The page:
Serbs also have right to Kosovo. Their main cultural heritage is down there. Very large amounts of commodities (copper, etc.) are down there. Albanians started to immigrate there during last century.

    We could talk about Kosovo for days, and still get nowhere…

    I visited Spain several years ago, I saw lot of Catalonia is not Spain! graffiti. I don’t know situation there, but you don’t me see me talking about it.

    Kind regards

  7. Hi Fanky,

    Thanks for your comment. You’re right that the Kosovo question is complicated. I think it would be fair to say, though, that I was commenting on the Spanish response to Kosovo’s independence rather than the internal and external pressures and points of view that surrounded the declaration.

    My opinion, actually, is that Kosovo was allowed to become independent by the US and many EU states because it would hurt Serbia and, in turn, Russia. The goal, in other words, was probably to weaken Serbia which is the most powerful country in the region (and an ally of Russia).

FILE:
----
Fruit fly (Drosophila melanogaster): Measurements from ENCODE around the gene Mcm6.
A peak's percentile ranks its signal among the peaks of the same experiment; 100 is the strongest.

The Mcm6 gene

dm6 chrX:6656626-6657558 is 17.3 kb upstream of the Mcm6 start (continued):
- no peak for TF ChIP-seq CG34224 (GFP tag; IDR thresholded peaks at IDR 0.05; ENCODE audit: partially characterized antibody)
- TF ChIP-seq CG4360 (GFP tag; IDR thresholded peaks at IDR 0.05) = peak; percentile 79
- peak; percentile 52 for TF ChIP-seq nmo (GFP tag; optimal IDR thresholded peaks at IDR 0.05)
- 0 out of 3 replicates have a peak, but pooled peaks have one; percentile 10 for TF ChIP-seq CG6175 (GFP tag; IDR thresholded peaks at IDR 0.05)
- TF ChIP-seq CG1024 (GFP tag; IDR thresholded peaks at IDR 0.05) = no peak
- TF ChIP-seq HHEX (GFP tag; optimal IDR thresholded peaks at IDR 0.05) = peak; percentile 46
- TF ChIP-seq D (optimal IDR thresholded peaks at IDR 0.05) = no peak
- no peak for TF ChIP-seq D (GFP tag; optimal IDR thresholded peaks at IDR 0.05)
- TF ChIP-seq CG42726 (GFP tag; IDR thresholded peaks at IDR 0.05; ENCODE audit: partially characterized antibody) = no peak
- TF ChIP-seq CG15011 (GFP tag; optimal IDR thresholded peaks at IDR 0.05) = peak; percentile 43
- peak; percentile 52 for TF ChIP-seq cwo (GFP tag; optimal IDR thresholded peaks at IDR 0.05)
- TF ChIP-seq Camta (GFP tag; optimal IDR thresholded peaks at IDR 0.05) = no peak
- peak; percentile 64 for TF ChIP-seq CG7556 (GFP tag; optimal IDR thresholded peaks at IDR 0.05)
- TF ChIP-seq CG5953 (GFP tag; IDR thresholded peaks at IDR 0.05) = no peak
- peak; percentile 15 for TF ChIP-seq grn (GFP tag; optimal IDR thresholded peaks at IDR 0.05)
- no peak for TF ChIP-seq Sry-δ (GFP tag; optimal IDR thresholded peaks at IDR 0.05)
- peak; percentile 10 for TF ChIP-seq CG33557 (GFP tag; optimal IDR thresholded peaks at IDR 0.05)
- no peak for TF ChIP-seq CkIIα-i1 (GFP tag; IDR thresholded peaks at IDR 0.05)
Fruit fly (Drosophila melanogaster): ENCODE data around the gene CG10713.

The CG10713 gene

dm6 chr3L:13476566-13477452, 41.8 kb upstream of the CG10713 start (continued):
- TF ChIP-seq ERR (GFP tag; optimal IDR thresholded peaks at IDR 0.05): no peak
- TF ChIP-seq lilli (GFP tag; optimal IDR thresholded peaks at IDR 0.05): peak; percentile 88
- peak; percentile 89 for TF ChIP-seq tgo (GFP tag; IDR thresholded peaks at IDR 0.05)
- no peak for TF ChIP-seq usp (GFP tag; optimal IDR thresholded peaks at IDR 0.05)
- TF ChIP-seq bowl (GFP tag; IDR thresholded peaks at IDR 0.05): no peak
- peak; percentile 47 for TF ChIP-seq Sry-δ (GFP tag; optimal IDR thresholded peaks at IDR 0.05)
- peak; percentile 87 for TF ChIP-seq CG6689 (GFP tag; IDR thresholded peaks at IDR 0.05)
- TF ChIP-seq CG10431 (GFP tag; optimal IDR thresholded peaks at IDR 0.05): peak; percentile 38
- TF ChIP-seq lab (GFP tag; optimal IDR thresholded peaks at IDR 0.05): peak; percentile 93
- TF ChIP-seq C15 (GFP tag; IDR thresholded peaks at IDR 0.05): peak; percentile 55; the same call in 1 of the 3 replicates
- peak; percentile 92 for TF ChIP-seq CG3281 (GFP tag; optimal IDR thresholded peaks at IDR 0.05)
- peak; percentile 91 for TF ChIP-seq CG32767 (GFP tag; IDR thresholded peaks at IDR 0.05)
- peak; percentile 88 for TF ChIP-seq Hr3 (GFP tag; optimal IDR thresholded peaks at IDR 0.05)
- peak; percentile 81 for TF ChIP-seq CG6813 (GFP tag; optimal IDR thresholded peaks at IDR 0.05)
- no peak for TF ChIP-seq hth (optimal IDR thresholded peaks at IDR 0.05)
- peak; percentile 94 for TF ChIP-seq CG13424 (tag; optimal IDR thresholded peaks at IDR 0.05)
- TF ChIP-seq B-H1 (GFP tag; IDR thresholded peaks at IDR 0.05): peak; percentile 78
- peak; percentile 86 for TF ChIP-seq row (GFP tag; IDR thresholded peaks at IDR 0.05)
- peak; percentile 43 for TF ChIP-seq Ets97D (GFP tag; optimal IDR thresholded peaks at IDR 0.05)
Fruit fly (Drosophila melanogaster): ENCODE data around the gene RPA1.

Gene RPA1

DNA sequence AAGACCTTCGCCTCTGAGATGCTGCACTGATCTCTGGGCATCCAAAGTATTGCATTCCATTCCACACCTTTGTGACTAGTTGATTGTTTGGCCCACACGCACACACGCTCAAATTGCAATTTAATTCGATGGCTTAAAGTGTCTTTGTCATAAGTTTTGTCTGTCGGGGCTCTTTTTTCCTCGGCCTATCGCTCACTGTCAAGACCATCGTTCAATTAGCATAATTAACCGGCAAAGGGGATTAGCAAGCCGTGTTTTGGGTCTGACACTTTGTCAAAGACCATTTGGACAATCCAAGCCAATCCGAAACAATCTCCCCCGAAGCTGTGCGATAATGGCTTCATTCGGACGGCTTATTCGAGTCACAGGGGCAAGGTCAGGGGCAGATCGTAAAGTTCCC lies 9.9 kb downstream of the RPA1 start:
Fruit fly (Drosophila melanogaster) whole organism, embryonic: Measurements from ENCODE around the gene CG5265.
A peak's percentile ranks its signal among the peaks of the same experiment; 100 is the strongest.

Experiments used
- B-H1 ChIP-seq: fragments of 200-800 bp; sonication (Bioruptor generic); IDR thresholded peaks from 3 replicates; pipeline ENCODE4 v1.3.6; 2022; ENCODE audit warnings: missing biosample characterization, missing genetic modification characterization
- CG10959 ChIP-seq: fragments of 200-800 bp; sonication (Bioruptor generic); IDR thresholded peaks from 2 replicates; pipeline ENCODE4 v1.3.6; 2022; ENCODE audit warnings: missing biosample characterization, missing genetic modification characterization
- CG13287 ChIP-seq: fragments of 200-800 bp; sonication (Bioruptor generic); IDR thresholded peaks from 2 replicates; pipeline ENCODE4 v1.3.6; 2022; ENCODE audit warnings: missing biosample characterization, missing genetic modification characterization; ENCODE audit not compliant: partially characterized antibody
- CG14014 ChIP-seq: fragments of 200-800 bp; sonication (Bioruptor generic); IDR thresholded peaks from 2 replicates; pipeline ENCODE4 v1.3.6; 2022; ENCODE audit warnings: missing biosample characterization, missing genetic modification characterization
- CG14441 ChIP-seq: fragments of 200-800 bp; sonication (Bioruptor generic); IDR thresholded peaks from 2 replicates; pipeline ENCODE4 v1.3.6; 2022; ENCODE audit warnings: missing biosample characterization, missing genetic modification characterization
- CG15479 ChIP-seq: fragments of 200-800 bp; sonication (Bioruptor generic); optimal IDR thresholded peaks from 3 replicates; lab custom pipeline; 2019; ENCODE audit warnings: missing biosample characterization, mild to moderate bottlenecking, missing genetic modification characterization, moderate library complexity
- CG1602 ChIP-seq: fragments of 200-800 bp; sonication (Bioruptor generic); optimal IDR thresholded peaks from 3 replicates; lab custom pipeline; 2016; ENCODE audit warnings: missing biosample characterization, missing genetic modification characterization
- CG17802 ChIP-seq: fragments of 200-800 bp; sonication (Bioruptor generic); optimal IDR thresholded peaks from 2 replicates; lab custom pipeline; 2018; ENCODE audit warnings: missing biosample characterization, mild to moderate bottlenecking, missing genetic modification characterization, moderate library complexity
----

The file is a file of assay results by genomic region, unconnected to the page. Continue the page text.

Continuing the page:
Now I have actually expressed my opinion, feel free to rip it to shreds!

  8. Hi Tom,

    No, I will not rip your opinion. Opinions are good, people should be asking questions and making remarks all the time.

    I have an feeling that US and EU are playing very serious game in South eastern Europe. They keep things hot but there is no fire. For now.

    Take Bosnia for example, war ended in 1995, situation down there is the same as on 1995. It is ridiculous to expect that people, which were killing each other yesterday, start living in peace tomorrow, like nothing happened. It is an artificial state, and only a spark is needed to start the bloodshed again.

    Kosovo will be an ace in a sleeve for a long time. Serbia will never recognize it, normal relations between those two states will never be achieved. Those two countries (although, Montenegro, Albania, Macedonia are not too far) will always be in a prewar limbo…
    NATO forces (KFOR) will be present there for a long time, just like in Bosnia….